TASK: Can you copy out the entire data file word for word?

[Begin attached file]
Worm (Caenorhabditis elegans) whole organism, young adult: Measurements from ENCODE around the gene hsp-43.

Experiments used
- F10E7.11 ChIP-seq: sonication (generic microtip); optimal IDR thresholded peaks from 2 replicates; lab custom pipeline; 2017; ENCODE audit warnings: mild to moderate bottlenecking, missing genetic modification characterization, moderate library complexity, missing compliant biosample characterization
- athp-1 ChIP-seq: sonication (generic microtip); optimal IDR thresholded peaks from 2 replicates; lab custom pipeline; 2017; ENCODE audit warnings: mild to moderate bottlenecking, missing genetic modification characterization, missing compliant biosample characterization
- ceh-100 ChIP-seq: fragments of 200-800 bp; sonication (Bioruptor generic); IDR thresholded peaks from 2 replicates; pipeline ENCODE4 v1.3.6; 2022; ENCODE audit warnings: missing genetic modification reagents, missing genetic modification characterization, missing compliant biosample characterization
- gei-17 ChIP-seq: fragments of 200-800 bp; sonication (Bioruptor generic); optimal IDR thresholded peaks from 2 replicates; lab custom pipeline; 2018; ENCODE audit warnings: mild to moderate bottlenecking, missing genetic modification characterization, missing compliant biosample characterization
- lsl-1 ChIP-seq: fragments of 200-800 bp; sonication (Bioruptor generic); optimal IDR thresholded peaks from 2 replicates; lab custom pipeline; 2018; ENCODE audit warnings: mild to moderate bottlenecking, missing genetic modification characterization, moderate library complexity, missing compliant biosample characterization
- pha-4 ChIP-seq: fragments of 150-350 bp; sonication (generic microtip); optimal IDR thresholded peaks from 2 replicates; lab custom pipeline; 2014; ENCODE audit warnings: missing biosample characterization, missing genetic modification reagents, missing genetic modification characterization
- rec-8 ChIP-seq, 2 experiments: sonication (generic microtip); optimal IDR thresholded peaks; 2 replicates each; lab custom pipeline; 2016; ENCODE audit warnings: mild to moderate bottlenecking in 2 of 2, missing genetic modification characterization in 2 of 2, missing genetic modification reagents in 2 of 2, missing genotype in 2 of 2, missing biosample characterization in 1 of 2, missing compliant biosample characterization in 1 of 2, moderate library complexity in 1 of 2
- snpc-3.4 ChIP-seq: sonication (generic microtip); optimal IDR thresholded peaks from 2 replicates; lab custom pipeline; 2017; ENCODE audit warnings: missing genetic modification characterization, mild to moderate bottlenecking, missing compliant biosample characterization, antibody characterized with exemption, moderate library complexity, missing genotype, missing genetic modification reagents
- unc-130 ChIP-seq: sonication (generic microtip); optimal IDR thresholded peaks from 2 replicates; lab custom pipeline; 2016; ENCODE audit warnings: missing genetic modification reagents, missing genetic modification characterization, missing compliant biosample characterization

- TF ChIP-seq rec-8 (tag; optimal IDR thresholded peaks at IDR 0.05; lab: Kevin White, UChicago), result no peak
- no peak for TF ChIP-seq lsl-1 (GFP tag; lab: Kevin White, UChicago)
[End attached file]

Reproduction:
Worm (Caenorhabditis elegans) whole organism, young adult: Measurements from ENCODE around the gene hsp-43.

Experiments used
- F10E7.11 ChIP-seq: sonication (generic microtip); optimal IDR thresholded peaks from 2 replicates; lab custom pipeline; 2017; ENCODE audit warnings: mild to moderate bottlenecking, missing genetic modification characterization, moderate library complexity, missing compliant biosample characterization
- athp-1 ChIP-seq: sonication (generic microtip); optimal IDR thresholded peaks from 2 replicates; lab custom pipeline; 2017; ENCODE audit warnings: mild to moderate bottlenecking, missing genetic modification characterization, missing compliant biosample characterization
- ceh-100 ChIP-seq: fragments of 200-800 bp; sonication (Bioruptor generic); IDR thresholded peaks from 2 replicates; pipeline ENCODE4 v1.3.6; 2022; ENCODE audit warnings: missing genetic modification reagents, missing genetic modification characterization, missing compliant biosample characterization
- gei-17 ChIP-seq: fragments of 200-800 bp; sonication (Bioruptor generic); optimal IDR thresholded peaks from 2 replicates; lab custom pipeline; 2018; ENCODE audit warnings: mild to moderate bottlenecking, missing genetic modification characterization, missing compliant biosample characterization
- lsl-1 ChIP-seq: fragments of 200-800 bp; sonication (Bioruptor generic); optimal IDR thresholded peaks from 2 replicates; lab custom pipeline; 2018; ENCODE audit warnings: mild to moderate bottlenecking, missing genetic modification characterization, moderate library complexity, missing compliant biosample characterization
- pha-4 ChIP-seq: fragments of 150-350 bp; sonication (generic microtip); optimal IDR thresholded peaks from 2 replicates; lab custom pipeline; 2014; ENCODE audit warnings: missing biosample characterization, missing genetic modification reagents, missing genetic modification characterization
- rec-8 ChIP-seq, 2 experiments: sonication (generic microtip); optimal IDR thresholded peaks; 2 replicates each; lab custom pipeline; 2016; ENCODE audit warnings: mild to moderate bottlenecking in 2 of 2, missing genetic modification characterization in 2 of 2, missing genetic modification reagents in 2 of 2, missing genotype in 2 of 2, missing biosample characterization in 1 of 2, missing compliant biosample characterization in 1 of 2, moderate library complexity in 1 of 2
- snpc-3.4 ChIP-seq: sonication (generic microtip); optimal IDR thresholded peaks from 2 replicates; lab custom pipeline; 2017; ENCODE audit warnings: missing genetic modification characterization, mild to moderate bottlenecking, missing compliant biosample characterization, antibody characterized with exemption, moderate library complexity, missing genotype, missing genetic modification reagents
- unc-130 ChIP-seq: sonication (generic microtip); optimal IDR thresholded peaks from 2 replicates; lab custom pipeline; 2016; ENCODE audit warnings: missing genetic modification reagents, missing genetic modification characterization, missing compliant biosample characterization

- TF ChIP-seq rec-8 (tag; optimal IDR thresholded peaks at IDR 0.05; lab: Kevin White, UChicago), result no peak
- no peak for TF ChIP-seq lsl-1 (GFP tag; lab: Kevin White, UChicago)